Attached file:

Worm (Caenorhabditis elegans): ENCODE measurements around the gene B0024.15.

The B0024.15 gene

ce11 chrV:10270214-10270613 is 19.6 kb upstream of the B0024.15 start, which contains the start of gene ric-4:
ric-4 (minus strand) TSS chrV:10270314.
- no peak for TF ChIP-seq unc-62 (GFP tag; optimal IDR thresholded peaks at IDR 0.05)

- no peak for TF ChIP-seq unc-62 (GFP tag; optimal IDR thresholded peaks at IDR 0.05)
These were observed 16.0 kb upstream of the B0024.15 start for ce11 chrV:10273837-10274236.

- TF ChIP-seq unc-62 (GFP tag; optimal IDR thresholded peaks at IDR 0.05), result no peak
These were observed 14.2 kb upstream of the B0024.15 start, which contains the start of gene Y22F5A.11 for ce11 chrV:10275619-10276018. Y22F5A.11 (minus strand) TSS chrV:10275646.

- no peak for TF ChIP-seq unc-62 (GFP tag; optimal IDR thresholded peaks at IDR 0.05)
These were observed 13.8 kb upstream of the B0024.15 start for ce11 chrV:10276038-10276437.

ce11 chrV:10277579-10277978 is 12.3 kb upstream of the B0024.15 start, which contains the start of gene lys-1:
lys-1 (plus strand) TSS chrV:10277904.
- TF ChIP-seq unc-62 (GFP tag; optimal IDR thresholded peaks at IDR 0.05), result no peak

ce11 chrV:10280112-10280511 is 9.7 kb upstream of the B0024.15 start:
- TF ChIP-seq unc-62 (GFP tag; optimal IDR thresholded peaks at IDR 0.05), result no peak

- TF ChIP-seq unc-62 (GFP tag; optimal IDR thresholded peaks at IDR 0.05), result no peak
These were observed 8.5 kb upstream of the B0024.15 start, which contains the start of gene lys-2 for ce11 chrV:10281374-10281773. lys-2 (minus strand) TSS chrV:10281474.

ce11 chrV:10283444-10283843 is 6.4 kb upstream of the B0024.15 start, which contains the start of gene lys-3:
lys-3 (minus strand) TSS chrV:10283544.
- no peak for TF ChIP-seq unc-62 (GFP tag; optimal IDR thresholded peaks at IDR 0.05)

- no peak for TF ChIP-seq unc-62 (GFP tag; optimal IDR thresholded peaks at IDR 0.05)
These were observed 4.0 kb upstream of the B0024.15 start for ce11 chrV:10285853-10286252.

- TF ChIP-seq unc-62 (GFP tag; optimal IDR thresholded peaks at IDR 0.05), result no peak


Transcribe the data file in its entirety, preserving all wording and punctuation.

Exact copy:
Worm (Caenorhabditis elegans): ENCODE measurements around the gene B0024.15.

The B0024.15 gene

ce11 chrV:10270214-10270613 is 19.6 kb upstream of the B0024.15 start, which contains the start of gene ric-4:
ric-4 (minus strand) TSS chrV:10270314.
- no peak for TF ChIP-seq unc-62 (GFP tag; optimal IDR thresholded peaks at IDR 0.05)

- no peak for TF ChIP-seq unc-62 (GFP tag; optimal IDR thresholded peaks at IDR 0.05)
These were observed 16.0 kb upstream of the B0024.15 start for ce11 chrV:10273837-10274236.

- TF ChIP-seq unc-62 (GFP tag; optimal IDR thresholded peaks at IDR 0.05), result no peak
These were observed 14.2 kb upstream of the B0024.15 start, which contains the start of gene Y22F5A.11 for ce11 chrV:10275619-10276018. Y22F5A.11 (minus strand) TSS chrV:10275646.

- no peak for TF ChIP-seq unc-62 (GFP tag; optimal IDR thresholded peaks at IDR 0.05)
These were observed 13.8 kb upstream of the B0024.15 start for ce11 chrV:10276038-10276437.

ce11 chrV:10277579-10277978 is 12.3 kb upstream of the B0024.15 start, which contains the start of gene lys-1:
lys-1 (plus strand) TSS chrV:10277904.
- TF ChIP-seq unc-62 (GFP tag; optimal IDR thresholded peaks at IDR 0.05), result no peak

ce11 chrV:10280112-10280511 is 9.7 kb upstream of the B0024.15 start:
- TF ChIP-seq unc-62 (GFP tag; optimal IDR thresholded peaks at IDR 0.05), result no peak

- TF ChIP-seq unc-62 (GFP tag; optimal IDR thresholded peaks at IDR 0.05), result no peak
These were observed 8.5 kb upstream of the B0024.15 start, which contains the start of gene lys-2 for ce11 chrV:10281374-10281773. lys-2 (minus strand) TSS chrV:10281474.

ce11 chrV:10283444-10283843 is 6.4 kb upstream of the B0024.15 start, which contains the start of gene lys-3:
lys-3 (minus strand) TSS chrV:10283544.
- no peak for TF ChIP-seq unc-62 (GFP tag; optimal IDR thresholded peaks at IDR 0.05)

- no peak for TF ChIP-seq unc-62 (GFP tag; optimal IDR thresholded peaks at IDR 0.05)
These were observed 4.0 kb upstream of the B0024.15 start for ce11 chrV:10285853-10286252.

- TF ChIP-seq unc-62 (GFP tag; optimal IDR thresholded peaks at IDR 0.05), result no peak